Regarding personal successes, Welle is proud that he was able to rise to the head of a multi-million-dollar association through the “boots to suits” method, meaning he started at the bottom and got to the top without benefit of a college education or diploma.
“This is a tough way to rise through any corporation and even tougher now,” he said. “But it can still be done. I believe I have had a great career although it was filled with challenges, mandates and regulations — and it will continue to get even tougher.”
Customer satisfaction is another topic that brings pride to Welle and his co-workers.
“Every three years a national customer satisfaction survey is done,” Welle said. “In the last survey, we came in No. 2 in the nation with a 92 percent satisfaction rating from our co-op customers.
“This company gives customer relations a very high priority, and I am very proud of our relationship with our customers,” he said.
“We may not fare as well next time due to the fact that Gov. Jon Hickenlooper signed Senate Bill 13-252, which will raise our rates because of what we will have to pay for the electricity. It won’t be this company hiking rates but the necessary rate increase pass-through brought about by the law because it is going to cost us more to buy electricity in the first place.”
Regarding frustrations, Welle said, “There are many. Most importantly we need affordable, reliable electricity. We can all agree to some extend on global warming, but when you add the politics involved, a true lack of science involved and an incredible array of regulations by the feds and the state, it becomes almost too much to deal with.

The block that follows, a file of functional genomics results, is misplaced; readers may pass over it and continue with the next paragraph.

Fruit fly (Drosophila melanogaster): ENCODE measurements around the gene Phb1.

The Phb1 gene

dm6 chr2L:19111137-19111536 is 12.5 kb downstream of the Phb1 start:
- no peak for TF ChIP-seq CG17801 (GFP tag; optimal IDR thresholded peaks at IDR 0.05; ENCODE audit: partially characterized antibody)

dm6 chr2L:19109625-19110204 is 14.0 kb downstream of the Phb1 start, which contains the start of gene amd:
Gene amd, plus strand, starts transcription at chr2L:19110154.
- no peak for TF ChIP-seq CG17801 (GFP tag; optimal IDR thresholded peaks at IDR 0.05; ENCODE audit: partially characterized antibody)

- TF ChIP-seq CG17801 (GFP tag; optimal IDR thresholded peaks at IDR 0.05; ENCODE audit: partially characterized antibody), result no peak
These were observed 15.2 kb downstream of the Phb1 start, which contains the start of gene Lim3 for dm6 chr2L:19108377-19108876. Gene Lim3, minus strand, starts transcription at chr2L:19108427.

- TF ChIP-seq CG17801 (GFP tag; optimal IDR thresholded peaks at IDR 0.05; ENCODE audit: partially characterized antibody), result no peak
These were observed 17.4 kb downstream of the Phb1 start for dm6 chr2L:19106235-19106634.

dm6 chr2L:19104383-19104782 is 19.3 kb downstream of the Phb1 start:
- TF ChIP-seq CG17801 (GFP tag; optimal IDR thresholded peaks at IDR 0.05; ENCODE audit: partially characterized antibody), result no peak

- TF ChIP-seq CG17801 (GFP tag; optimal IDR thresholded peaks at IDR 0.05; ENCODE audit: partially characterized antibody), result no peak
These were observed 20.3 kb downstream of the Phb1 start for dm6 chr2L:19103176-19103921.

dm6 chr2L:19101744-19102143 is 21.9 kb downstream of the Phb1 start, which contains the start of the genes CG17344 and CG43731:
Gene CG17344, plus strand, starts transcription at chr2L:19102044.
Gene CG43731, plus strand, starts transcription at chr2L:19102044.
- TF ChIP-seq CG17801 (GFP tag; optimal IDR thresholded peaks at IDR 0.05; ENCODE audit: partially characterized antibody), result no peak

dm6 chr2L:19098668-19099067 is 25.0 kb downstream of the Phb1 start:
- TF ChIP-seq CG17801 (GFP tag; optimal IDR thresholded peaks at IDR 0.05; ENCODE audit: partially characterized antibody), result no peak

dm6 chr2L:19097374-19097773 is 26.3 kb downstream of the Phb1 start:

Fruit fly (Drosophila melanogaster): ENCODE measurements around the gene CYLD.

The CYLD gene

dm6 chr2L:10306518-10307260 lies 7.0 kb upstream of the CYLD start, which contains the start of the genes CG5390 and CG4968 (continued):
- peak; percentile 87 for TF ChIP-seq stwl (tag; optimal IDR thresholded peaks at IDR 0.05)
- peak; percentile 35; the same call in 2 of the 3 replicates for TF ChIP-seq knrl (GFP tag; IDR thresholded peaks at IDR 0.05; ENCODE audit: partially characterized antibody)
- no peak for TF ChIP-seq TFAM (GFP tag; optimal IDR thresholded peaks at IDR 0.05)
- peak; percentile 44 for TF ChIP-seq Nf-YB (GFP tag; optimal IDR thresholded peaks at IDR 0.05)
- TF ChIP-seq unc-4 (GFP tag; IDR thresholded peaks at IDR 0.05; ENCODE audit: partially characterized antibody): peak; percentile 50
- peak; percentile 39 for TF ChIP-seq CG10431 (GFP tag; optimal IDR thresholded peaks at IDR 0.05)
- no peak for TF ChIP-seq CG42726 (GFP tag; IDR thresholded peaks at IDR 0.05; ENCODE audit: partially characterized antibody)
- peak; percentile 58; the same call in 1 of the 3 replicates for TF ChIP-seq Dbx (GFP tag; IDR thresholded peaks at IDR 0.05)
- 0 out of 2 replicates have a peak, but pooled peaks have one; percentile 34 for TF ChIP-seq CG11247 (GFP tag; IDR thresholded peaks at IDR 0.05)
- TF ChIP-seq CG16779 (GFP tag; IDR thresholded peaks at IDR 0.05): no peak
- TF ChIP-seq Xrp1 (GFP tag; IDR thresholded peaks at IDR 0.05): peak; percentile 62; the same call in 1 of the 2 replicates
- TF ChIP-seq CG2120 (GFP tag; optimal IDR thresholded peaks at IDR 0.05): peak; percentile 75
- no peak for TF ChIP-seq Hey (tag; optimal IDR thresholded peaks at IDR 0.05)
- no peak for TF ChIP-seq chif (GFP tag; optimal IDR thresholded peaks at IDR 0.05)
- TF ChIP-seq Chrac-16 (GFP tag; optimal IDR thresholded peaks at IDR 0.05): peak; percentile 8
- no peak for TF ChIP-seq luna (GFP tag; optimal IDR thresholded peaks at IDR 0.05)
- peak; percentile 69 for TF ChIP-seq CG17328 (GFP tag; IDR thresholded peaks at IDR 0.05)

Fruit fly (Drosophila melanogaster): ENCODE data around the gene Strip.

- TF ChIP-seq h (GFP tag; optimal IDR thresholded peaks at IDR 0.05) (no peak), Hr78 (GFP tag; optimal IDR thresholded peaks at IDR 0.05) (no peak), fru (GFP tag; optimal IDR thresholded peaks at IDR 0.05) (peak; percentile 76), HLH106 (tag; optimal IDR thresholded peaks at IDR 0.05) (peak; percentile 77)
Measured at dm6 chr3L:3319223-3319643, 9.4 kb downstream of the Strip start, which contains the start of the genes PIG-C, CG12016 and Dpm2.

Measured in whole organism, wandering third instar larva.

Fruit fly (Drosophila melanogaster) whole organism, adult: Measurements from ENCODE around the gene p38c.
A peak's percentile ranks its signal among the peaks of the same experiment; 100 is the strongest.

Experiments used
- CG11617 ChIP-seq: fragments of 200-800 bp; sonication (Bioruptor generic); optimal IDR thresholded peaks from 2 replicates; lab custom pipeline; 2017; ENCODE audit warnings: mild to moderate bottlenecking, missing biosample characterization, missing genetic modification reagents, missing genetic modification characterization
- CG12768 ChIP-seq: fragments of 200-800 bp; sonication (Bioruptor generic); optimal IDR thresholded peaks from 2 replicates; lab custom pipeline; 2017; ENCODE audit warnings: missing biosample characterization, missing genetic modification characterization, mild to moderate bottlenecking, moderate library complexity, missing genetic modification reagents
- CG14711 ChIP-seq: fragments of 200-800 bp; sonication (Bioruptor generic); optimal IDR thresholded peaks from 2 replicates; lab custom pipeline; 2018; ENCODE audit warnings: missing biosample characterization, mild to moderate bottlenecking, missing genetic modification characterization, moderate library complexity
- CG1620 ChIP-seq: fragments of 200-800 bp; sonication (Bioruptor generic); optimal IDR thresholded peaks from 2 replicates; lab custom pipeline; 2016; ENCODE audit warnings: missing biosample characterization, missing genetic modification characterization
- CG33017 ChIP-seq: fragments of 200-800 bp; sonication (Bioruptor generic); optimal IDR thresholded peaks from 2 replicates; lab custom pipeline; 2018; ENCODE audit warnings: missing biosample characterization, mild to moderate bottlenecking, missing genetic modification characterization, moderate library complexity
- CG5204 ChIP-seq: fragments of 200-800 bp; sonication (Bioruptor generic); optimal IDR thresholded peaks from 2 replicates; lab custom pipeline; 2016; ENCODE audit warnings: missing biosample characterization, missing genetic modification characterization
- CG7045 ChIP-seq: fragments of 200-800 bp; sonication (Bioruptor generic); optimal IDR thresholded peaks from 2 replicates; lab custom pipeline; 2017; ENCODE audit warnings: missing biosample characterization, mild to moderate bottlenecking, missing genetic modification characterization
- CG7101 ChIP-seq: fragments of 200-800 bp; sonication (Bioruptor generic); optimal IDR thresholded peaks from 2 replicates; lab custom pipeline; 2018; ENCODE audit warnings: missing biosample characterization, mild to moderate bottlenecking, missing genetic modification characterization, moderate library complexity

“I felt a lot of optimism with Gov. Hickenlooper; his background has served the state well,” Welle said regarding SB-252. “I believe he may have higher political hopes and he needs business backing from the Front Range for that.
“SB 252 was pushed quickly and quietly through at the end of the (legislative) session,” he added. “We know he had misgivings on SB-252, and he did the right thing in addressing the bill.
“However, I don’t agree with him signing what he knew was flawed legislation into law,” Welle said. “There are several major gaps in the law and we have strong hopes that in the next legislative session, the bill will be fixed.”
Welle is concerned about the short-term effects.
“We in the rural areas of Colorado could see some major increases over a very short time frame,” he said. “We know that wind power is affordable; solar is not — more technology is needed.
“What we don’t need is another mandate from the state,” he said. “There is already research going on, and we co-ops will work to do what we can to fix SB-252 and to deliver power as economically as possible.”
Regarding Welle’s future, full and immediate retirement won’t become a reality for a while.
“I will continue to consult for the co-op for a while and work with Tri-State (WREA is one of 44 co-ops in Colorado that own Tri-State),” Welle said. “We will be staying in Meeker although we may visit the southern climates during the winter.
“My career here in Meeker and with WREA has been such an honor and pleasure,” he said. “It has been a very challenging career but just as rewarding.
“It is time to go,” he said. “I have wanted to do more fishing and relaxing.
“We have a good mix of members on the WREA board; they are younger in age and you can see the changes in their mindset,” Welle said. “The co-op is in good hands, and I see a good choice in Alan Michalewicz to take over on Oct. 1. He will be here in August, so I expect him to be fully ready to jump right in and lead WREA where it needs to go in the future.”